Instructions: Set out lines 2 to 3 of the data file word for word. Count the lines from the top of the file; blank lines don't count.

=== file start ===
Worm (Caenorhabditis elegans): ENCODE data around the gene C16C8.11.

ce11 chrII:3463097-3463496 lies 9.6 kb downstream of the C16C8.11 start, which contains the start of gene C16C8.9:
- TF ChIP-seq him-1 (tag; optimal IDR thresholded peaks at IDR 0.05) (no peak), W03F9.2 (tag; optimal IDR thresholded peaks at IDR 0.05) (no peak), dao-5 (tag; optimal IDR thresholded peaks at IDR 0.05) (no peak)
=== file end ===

ce11 chrII:3463097-3463496 lies 9.6 kb downstream of the C16C8.11 start, which contains the start of gene C16C8.9:
- TF ChIP-seq him-1 (tag; optimal IDR thresholded peaks at IDR 0.05) (no peak), W03F9.2 (tag; optimal IDR thresholded peaks at IDR 0.05) (no peak), dao-5 (tag; optimal IDR thresholded peaks at IDR 0.05) (no peak)